Journal of Nutritional Science and Vitaminology
Online ISSN : 1881-7742
Print ISSN : 0301-4800
ISSN-L : 0301-4800
Regular Paper
The Interactive Effect of Dietary Protein and Vitamin Levels on the Depression of Gonadal Development in Growing Male Rats Kept under Disturbed Daily Rhythm
Miho HANAITakatoshi ESASHI
Author information
JOURNALS FREE ACCESS

2007 Volume 53 Issue 2 Pages 138-144

Details
Abstract

The purpose of this study was to clarify the effects of nutrients on the gonadal development of male rats kept under constant darkness as a model of disturbed daily rhythm. The present study examined protein and vitamins, and their interactions. This study was based on three-way ANOVA; the three factors were lighting conditions, dietary protein and dietary vitamins, respectively. The levels of dietary protein were low or normal: 9% casein or 20% casein. The levels of dietary vitamins were low, normal or high: 1/3.3 of normal (AIN-93G diet) content, normal content, or three times the normal content, respectively. Other compositions were the same as those of the AIN-93G diet, and six kinds of experimental diet were prepared. Four-week-old rats (Fischer 344 strain) were kept under constant darkness or normal lighting (12-h light/dark cycle) for 4 wk. After 4 wk, the gonadal weights and serum testosterone content were evaluated. In the constant darkness groups (D-groups), the low-protein diet induced reduction of gonadal organ weights and serum testosterone concentrations. This reduction of gonadal organ weights was exacerbated by progressively higher levels of dietary vitamins. In the case of a normal-protein diet, the depression of gonadal development was not accelerated by high-vitamin intake. In the normal lighting groups (N-groups), the low-protein and high-vitamin diet slightly depressed gonadal development. These results suggest that the metabolism of protein and vitamins is different in rats being kept under constant darkness, and that excess dietary vitamins have an adverse effect on gonadal development in rats fed a low-protein diet.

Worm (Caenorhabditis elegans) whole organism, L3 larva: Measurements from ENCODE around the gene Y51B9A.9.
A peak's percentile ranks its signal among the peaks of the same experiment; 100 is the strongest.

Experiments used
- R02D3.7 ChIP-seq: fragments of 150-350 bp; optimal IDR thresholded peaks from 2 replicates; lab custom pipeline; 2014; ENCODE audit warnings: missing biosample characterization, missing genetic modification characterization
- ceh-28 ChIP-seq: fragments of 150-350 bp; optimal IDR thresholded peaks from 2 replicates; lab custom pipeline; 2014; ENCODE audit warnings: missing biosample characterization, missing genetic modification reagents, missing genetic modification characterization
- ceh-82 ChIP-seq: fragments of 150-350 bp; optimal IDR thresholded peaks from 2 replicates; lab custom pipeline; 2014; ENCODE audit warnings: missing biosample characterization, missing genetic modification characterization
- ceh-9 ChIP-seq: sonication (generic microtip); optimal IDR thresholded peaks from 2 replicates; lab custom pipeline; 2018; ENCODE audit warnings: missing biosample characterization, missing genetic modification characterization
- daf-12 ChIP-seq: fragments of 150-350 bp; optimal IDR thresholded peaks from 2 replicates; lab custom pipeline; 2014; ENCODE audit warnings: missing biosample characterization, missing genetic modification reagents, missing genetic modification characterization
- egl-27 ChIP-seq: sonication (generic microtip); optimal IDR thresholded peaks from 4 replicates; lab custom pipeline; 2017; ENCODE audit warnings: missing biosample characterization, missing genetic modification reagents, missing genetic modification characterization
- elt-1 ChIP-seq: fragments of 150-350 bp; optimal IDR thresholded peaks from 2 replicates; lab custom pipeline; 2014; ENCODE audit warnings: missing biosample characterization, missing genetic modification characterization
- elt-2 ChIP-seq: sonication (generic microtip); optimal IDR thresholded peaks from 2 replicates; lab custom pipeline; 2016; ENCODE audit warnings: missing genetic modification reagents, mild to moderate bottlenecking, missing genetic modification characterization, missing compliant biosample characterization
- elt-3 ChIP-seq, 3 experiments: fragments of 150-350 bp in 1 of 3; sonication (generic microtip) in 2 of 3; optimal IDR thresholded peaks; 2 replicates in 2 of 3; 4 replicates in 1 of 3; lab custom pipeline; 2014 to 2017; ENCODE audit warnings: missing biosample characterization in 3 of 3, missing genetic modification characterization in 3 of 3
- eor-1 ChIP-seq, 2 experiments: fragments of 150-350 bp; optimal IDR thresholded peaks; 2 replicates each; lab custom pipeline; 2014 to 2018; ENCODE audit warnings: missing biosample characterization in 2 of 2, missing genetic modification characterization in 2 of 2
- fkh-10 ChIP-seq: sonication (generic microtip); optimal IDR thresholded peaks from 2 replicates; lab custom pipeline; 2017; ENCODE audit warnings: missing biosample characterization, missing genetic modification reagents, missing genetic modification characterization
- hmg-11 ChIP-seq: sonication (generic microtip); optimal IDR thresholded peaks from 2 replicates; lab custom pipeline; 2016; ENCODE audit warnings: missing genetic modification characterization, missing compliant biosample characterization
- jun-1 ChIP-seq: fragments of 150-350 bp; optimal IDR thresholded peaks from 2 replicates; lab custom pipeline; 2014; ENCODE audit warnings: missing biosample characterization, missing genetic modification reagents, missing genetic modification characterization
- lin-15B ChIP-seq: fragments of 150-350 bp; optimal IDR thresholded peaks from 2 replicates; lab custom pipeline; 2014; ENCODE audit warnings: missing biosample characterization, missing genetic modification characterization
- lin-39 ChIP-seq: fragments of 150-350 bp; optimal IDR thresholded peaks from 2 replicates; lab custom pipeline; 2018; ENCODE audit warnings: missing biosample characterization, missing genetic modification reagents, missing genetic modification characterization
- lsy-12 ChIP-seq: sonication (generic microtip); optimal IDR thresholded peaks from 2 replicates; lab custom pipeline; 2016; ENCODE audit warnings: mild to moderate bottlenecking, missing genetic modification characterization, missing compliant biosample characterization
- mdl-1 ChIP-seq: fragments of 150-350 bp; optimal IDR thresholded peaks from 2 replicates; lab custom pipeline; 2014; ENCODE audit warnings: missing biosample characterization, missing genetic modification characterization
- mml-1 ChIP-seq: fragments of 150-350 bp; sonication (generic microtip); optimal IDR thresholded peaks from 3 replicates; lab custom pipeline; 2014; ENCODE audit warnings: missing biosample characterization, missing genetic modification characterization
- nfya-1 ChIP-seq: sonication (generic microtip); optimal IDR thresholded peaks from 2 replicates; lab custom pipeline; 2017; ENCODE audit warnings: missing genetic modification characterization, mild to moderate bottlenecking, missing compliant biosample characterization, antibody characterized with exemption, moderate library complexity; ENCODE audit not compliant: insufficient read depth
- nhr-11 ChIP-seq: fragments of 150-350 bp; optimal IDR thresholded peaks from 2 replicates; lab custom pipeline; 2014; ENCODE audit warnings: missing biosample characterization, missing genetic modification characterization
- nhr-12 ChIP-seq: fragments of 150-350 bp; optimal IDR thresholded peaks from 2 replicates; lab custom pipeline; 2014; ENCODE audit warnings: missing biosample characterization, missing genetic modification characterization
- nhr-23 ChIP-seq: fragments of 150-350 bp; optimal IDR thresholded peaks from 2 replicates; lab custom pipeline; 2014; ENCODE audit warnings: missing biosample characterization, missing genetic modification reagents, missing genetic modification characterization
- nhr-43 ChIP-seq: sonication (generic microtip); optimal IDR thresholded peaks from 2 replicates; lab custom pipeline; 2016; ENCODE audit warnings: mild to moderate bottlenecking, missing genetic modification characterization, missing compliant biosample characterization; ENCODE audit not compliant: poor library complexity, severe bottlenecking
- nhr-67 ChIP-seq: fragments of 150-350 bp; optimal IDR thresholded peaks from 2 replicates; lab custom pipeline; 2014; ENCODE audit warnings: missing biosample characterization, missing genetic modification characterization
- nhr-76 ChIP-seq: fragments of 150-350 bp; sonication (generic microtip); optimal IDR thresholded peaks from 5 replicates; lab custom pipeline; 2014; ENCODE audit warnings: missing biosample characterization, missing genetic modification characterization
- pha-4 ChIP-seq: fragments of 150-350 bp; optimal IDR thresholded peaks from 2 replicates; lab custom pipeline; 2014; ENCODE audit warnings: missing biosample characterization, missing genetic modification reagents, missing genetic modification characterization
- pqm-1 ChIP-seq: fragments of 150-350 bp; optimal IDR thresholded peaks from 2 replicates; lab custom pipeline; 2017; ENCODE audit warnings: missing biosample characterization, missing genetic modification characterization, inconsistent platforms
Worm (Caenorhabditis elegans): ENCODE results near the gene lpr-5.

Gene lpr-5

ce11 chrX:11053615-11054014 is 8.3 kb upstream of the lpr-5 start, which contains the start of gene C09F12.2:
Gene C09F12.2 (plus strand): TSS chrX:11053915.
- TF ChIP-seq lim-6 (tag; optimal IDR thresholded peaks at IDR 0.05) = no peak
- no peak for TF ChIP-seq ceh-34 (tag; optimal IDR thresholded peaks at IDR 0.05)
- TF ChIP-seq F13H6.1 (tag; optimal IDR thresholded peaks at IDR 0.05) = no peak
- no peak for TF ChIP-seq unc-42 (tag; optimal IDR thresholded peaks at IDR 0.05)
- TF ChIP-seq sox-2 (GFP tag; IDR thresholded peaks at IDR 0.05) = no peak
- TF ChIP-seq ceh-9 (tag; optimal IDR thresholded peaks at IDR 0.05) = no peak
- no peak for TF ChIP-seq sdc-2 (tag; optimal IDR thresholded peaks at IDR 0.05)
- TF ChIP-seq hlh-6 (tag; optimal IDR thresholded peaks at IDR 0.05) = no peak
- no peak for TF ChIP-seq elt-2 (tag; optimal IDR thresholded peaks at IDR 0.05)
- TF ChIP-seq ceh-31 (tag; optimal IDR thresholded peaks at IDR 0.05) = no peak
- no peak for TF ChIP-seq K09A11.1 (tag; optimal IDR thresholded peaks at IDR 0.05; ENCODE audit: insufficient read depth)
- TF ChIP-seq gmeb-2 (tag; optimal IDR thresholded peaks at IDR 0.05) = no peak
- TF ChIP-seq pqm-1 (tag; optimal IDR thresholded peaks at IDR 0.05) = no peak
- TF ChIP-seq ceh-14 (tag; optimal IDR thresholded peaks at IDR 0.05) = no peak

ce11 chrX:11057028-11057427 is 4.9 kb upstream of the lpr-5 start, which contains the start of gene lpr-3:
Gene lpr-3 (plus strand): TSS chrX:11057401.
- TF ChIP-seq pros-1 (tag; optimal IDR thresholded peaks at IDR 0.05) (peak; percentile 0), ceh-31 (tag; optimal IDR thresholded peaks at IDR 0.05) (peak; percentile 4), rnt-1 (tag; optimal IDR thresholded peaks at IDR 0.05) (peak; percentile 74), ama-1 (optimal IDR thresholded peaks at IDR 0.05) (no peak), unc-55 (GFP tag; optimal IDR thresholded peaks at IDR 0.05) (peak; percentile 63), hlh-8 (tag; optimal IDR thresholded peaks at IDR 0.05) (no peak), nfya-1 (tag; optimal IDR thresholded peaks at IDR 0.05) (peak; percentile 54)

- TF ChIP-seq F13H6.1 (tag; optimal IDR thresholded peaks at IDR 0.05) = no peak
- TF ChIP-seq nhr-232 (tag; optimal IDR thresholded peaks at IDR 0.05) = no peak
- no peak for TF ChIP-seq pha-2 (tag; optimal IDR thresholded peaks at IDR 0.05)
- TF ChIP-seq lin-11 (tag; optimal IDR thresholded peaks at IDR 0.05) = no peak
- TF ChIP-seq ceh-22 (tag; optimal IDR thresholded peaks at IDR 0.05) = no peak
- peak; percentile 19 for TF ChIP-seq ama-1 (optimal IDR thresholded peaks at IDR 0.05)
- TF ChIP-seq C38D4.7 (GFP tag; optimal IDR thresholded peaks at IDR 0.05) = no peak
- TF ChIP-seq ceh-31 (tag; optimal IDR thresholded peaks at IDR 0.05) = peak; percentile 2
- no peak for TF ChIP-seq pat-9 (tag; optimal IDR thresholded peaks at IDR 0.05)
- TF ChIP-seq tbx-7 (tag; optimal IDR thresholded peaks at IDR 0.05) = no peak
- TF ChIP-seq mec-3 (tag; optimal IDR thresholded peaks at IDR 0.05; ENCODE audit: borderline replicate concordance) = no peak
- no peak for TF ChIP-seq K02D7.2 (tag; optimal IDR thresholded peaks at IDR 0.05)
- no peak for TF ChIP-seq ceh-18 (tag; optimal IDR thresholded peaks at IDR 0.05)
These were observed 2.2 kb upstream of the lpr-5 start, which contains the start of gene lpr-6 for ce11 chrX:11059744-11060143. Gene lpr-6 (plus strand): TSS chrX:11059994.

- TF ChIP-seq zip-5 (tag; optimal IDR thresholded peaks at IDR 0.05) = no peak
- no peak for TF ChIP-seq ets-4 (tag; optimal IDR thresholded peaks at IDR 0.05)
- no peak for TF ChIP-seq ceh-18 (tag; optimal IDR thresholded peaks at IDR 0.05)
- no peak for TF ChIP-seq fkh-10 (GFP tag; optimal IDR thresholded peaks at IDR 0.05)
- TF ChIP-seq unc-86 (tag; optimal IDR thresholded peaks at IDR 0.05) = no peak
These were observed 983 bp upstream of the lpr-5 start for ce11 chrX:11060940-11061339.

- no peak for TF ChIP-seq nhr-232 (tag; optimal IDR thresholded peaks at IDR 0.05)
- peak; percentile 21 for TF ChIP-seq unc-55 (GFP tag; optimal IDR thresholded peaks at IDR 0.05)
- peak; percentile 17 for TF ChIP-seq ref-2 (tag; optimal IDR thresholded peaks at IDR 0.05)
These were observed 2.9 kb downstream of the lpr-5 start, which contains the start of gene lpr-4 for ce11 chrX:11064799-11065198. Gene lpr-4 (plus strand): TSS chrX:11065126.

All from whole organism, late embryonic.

Information related to the author
© 2007 by the Center for Academic Publications Japan
Previous article Next article
feedback
Top